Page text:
So, what have we achieved so far? I will be candid on this point.
Making sure digital serves the people – not the other way round
A few months ago, I was the rapporteur for the opinion on behalf of the EMPL Committee, for the Committee on Industry, Research and Energy (ITRE) in a special policy area. Its subject: “Shaping the digital Future of Europe: Removing barriers to the functioning of the digital single market and improving the use of AI for European consumers.”
Here, we had one major concern: to make it clear that the elected representatives of the citizens of Europe seek to put the algorithm to work in service of the people, the workers and the citizens, and not the other way around. If this is not our starting point, all further arguments are pointless.
Our opinion passed in the Committee, almost unanimously. 48 votes for, 3 against and 3 blank votes. We garnered the support of every political group, save the far right. The opinion was included in the final report submitted to the Commission, and is currently on its way to becoming European Law, through the EU’s labyrinthine law-making process. We count this as a victory for the Left and a victory for the democratic forces in the European Parliament.
What we have achieved here is a contribution to the rational control of AI, to the safeguarding of labour, but mostly to guaranteeing the prioritisation of people in cases where technology, no matter how advanced, cannot make decisions without the human factor.
Challenges lying ahead
There is, of course, a lot of work left to do on digital labour. In truth, we have barely scratched the surface.
A number of challenges lie ahead:
Digital illiteracy, leading to social exclusion, which is not confined to labour.
The constant attempt of those who control the processing power to fashion a novel hierarchy, a new socio-economic “super-elite” (this will come as a challenge for the existing elite, but that is their own concern. Our own thought is occupied with safeguarding democracy).
We have the industry “titans’” ( GAFAM will function as a clear example here) dominance in the digital environment, who are making every effort to devalue and undermine any sort of substantial institutional control on utilised technologies, AI included.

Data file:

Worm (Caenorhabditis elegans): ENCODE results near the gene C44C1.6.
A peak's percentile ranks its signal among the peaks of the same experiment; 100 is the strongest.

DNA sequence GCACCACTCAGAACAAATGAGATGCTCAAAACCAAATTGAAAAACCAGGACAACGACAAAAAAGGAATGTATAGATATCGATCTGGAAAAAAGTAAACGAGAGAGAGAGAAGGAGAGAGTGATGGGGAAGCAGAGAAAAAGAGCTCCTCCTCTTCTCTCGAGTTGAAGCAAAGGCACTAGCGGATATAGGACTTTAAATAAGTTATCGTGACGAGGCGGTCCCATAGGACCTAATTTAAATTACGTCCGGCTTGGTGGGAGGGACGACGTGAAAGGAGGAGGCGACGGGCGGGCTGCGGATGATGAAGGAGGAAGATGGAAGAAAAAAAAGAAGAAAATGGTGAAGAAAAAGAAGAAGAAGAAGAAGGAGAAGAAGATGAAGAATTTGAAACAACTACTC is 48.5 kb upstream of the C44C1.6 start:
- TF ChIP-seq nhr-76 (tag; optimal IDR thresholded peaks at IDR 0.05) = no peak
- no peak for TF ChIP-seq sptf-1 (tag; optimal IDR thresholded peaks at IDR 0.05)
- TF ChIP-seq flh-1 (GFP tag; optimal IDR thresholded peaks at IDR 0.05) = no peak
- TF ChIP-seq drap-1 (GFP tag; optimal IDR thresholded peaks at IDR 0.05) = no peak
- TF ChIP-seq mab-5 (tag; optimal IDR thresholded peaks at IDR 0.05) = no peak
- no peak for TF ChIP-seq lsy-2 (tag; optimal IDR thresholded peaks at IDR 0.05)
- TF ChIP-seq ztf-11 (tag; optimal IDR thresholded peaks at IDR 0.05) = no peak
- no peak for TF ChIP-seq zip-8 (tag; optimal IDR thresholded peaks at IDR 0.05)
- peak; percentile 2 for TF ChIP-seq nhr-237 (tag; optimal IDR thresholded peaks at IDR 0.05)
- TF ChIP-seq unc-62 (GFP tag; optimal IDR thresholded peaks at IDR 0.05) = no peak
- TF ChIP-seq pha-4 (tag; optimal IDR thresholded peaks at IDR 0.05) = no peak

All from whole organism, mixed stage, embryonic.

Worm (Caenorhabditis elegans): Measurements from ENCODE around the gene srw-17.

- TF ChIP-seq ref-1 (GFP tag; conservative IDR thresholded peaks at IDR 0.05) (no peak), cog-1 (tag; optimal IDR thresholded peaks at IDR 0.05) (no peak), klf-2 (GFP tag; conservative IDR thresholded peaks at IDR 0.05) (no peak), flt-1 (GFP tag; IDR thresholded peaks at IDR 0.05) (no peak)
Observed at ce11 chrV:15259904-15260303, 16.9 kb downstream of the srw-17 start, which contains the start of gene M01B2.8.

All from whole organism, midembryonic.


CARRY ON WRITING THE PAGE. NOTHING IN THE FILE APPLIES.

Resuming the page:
We can already see the effects of the rushed digitalisation of labour relations and its reflection in the field of human rights.
We see workers being displaced, rendered obsolete or succumbing to burnout, due to overworking. This point specifically touches on the matter of the 8-hour workday, which commonly turns to 10 or 12 hours, with various degrees of legality, since it has become hard to control. In Greece, such increases in the workday have already been legislated, by way of the law recently passed by the Mitsotakis government
We are witnessing the end of domestic privacy, and with it, the dismantlement of private life.
We also see the transformation of manual workers into a peripheral pool of occasionally tapped labourers, essentially marginalised in the new system.
We see an increase in abuse of employer power even though, in theory, the overseeing authorities have also transitioned to the digital environment and, as such, are free from human intervention.
And of course, despite tighter regulations, and two very good EU legislative initiatives, the Digital Services Act and the Digital Markets Act, a key point remains hotly contested. Personal data guarantees are being constantly tested from every direction, seeing as personal data is now considered as valuable as natural resources were for the previous two centuries.
If by this I have given the impression that some battles have been won, while the war rages on, I have achieved what I set out to do.
Safeguarding the link between progress and social change
We will never tire of saying this:
We, the Left, inextricably linked with progress and social change, far from any sort of technophobic reasoning and always standing in staunch support of freedoms and humanitarianism, believe that the EU institutions are in a position to:
Become more flexible and adaptive, quicker to react and more protective of their institutional role and the principles they safeguard.
Protect citizens’ lives from totalitarian practices closely tied with matters of Rule of Law in Member States, such as monitoring and surveillance.
Urgently create a comprehensive regulatory framework for the new labour environment that, if left unchecked as many desire, will soon turn from a potential blessing to a curse.
An inevitable conflict?An inevitable conflict?
All of the above, boils down to, I think, a central point:
If a conflict with the new data moguls is inevitable, as I believe it is, then it is the Citizens of Europe, that must confront them. AI is a highly advanced tool, but still a tool. If we take it away from human hands, we will have made a grave mistake, not only for ourselves, but for democracy as well.
This article is based on Mr. Arvanitis’ keynote speech on the Fourth Industrial Revolution: Challenges & Opportunities for Europe (FORCE), organised by the ENA Institute for Alternative Policies.